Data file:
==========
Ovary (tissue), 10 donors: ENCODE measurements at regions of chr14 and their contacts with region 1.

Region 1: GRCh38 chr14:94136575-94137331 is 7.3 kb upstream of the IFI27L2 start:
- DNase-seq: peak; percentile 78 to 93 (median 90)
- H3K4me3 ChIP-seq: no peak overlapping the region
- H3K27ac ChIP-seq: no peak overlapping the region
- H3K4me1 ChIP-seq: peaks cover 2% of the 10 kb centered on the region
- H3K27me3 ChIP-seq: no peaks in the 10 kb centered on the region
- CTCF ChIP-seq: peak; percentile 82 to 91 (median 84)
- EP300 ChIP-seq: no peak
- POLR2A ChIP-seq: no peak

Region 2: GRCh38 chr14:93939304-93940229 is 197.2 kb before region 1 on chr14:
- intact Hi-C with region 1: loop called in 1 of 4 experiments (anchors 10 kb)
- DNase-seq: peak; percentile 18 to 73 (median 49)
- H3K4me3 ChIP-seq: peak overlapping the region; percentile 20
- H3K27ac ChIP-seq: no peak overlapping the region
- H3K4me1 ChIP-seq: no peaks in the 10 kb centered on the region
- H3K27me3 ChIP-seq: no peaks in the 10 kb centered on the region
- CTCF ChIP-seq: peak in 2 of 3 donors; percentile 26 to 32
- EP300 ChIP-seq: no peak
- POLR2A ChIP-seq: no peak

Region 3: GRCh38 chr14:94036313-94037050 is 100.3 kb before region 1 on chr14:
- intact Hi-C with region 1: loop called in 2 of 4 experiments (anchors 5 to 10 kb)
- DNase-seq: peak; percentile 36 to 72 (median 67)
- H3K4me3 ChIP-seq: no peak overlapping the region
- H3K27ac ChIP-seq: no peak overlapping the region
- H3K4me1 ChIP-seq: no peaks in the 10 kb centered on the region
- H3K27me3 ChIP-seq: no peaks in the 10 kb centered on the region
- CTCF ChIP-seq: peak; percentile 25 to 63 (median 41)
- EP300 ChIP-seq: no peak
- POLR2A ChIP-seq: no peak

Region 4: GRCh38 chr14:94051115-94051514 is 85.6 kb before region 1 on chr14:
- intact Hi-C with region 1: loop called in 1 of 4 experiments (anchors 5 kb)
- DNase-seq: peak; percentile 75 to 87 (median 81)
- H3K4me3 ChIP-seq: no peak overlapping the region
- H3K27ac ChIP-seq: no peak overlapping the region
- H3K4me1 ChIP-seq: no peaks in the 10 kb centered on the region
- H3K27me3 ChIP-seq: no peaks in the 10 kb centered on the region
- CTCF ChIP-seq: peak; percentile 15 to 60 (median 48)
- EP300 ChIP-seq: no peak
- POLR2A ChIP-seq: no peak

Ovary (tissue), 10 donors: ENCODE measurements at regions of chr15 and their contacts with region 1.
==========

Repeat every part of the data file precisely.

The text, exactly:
Ovary (tissue), 10 donors: ENCODE measurements at regions of chr14 and their contacts with region 1.

Region 1: GRCh38 chr14:94136575-94137331 is 7.3 kb upstream of the IFI27L2 start:
- DNase-seq: peak; percentile 78 to 93 (median 90)
- H3K4me3 ChIP-seq: no peak overlapping the region
- H3K27ac ChIP-seq: no peak overlapping the region
- H3K4me1 ChIP-seq: peaks cover 2% of the 10 kb centered on the region
- H3K27me3 ChIP-seq: no peaks in the 10 kb centered on the region
- CTCF ChIP-seq: peak; percentile 82 to 91 (median 84)
- EP300 ChIP-seq: no peak
- POLR2A ChIP-seq: no peak

Region 2: GRCh38 chr14:93939304-93940229 is 197.2 kb before region 1 on chr14:
- intact Hi-C with region 1: loop called in 1 of 4 experiments (anchors 10 kb)
- DNase-seq: peak; percentile 18 to 73 (median 49)
- H3K4me3 ChIP-seq: peak overlapping the region; percentile 20
- H3K27ac ChIP-seq: no peak overlapping the region
- H3K4me1 ChIP-seq: no peaks in the 10 kb centered on the region
- H3K27me3 ChIP-seq: no peaks in the 10 kb centered on the region
- CTCF ChIP-seq: peak in 2 of 3 donors; percentile 26 to 32
- EP300 ChIP-seq: no peak
- POLR2A ChIP-seq: no peak

Region 3: GRCh38 chr14:94036313-94037050 is 100.3 kb before region 1 on chr14:
- intact Hi-C with region 1: loop called in 2 of 4 experiments (anchors 5 to 10 kb)
- DNase-seq: peak; percentile 36 to 72 (median 67)
- H3K4me3 ChIP-seq: no peak overlapping the region
- H3K27ac ChIP-seq: no peak overlapping the region
- H3K4me1 ChIP-seq: no peaks in the 10 kb centered on the region
- H3K27me3 ChIP-seq: no peaks in the 10 kb centered on the region
- CTCF ChIP-seq: peak; percentile 25 to 63 (median 41)
- EP300 ChIP-seq: no peak
- POLR2A ChIP-seq: no peak

Region 4: GRCh38 chr14:94051115-94051514 is 85.6 kb before region 1 on chr14:
- intact Hi-C with region 1: loop called in 1 of 4 experiments (anchors 5 kb)
- DNase-seq: peak; percentile 75 to 87 (median 81)
- H3K4me3 ChIP-seq: no peak overlapping the region
- H3K27ac ChIP-seq: no peak overlapping the region
- H3K4me1 ChIP-seq: no peaks in the 10 kb centered on the region
- H3K27me3 ChIP-seq: no peaks in the 10 kb centered on the region
- CTCF ChIP-seq: peak; percentile 15 to 60 (median 48)
- EP300 ChIP-seq: no peak
- POLR2A ChIP-seq: no peak

Ovary (tissue), 10 donors: ENCODE measurements at regions of chr15 and their contacts with region 1.